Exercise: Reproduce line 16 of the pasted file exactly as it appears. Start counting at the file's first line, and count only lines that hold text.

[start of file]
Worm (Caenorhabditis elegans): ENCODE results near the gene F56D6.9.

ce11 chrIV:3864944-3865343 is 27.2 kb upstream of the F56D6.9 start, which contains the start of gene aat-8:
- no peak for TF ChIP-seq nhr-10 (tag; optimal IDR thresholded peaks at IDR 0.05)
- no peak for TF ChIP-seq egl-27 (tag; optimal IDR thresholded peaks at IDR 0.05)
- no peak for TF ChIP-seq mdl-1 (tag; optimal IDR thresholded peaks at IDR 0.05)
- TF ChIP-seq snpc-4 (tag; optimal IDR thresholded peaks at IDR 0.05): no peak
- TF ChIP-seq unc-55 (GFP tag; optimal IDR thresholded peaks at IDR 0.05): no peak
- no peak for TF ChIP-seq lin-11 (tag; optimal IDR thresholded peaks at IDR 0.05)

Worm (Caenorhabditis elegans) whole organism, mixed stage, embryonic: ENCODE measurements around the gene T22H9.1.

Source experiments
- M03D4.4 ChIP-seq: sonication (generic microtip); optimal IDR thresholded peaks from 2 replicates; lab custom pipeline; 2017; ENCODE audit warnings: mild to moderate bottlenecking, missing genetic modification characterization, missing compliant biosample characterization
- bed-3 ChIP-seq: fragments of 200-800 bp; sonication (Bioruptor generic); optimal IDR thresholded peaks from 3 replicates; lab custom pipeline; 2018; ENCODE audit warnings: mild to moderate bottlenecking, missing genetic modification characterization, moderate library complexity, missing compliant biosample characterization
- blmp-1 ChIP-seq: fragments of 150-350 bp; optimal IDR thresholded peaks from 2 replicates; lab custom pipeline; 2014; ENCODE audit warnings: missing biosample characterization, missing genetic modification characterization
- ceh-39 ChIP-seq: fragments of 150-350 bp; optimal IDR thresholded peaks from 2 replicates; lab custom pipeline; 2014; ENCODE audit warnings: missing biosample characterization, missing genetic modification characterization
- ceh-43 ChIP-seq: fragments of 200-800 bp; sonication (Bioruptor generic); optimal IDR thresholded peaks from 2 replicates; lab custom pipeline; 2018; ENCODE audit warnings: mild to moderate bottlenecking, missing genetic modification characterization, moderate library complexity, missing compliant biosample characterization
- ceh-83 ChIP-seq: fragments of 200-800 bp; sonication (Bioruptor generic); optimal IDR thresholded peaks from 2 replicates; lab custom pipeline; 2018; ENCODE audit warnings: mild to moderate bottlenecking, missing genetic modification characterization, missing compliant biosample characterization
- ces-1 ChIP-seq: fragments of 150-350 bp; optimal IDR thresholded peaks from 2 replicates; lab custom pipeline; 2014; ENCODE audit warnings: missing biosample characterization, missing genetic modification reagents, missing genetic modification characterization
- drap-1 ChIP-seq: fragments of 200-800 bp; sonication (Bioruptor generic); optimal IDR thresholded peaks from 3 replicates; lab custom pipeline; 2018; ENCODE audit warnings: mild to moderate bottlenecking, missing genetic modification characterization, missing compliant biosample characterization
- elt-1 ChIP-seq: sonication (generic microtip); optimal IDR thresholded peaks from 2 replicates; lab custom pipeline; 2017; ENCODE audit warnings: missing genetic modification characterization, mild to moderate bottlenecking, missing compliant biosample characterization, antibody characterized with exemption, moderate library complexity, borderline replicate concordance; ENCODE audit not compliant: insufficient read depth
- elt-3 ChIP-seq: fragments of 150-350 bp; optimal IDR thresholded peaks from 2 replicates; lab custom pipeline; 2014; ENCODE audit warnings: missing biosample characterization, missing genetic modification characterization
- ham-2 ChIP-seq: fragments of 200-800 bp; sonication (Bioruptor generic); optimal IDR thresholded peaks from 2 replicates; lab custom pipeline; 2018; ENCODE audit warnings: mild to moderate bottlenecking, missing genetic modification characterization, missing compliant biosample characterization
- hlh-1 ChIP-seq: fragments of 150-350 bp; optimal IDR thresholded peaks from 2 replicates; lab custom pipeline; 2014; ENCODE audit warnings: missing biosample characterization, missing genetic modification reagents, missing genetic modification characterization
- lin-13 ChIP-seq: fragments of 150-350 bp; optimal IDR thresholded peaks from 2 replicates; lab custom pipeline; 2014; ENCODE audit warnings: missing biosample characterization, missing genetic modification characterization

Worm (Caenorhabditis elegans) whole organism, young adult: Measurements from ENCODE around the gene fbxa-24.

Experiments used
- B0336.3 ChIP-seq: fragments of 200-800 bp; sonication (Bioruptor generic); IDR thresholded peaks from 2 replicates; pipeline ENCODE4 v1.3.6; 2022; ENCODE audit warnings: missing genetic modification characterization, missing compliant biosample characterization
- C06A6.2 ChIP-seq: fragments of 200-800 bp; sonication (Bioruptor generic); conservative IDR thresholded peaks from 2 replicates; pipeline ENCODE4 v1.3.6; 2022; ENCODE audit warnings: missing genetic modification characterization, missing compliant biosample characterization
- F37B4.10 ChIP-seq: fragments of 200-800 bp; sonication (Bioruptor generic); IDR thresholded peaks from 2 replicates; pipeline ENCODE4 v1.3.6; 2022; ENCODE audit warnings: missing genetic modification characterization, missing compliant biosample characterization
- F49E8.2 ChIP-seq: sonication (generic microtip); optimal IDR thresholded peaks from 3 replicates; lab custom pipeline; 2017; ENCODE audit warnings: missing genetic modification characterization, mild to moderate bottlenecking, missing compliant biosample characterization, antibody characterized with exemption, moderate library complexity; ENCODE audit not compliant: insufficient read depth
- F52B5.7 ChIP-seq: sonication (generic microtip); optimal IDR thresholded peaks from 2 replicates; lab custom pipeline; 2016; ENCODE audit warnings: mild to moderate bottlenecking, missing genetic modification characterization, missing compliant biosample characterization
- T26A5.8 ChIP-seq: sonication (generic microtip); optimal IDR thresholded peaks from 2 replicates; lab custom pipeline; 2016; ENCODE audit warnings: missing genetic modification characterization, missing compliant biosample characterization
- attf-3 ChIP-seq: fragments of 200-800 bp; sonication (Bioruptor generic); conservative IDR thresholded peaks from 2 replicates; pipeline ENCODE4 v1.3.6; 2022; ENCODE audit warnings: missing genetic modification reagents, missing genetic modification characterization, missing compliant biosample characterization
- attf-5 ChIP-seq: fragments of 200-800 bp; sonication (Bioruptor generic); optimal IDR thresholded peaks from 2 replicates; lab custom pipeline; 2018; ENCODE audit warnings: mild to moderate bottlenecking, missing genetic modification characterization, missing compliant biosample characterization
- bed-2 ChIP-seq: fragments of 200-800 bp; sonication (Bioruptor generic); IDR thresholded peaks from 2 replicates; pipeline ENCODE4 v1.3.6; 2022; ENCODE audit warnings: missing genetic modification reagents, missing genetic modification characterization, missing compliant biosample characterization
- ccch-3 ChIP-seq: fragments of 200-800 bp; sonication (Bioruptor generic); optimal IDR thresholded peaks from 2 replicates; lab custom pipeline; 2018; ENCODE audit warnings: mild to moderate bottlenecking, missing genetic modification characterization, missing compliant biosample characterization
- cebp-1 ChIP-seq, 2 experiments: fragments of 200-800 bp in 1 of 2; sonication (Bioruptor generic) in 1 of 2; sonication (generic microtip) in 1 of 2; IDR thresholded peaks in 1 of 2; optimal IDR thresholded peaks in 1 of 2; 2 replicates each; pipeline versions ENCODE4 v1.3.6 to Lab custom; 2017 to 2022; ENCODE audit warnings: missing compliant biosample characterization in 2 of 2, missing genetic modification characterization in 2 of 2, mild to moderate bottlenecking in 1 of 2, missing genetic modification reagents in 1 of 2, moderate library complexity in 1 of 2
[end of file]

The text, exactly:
- ceh-83 ChIP-seq: fragments of 200-800 bp; sonication (Bioruptor generic); optimal IDR thresholded peaks from 2 replicates; lab custom pipeline; 2018; ENCODE audit warnings: mild to moderate bottlenecking, missing genetic modification characterization, missing compliant biosample characterization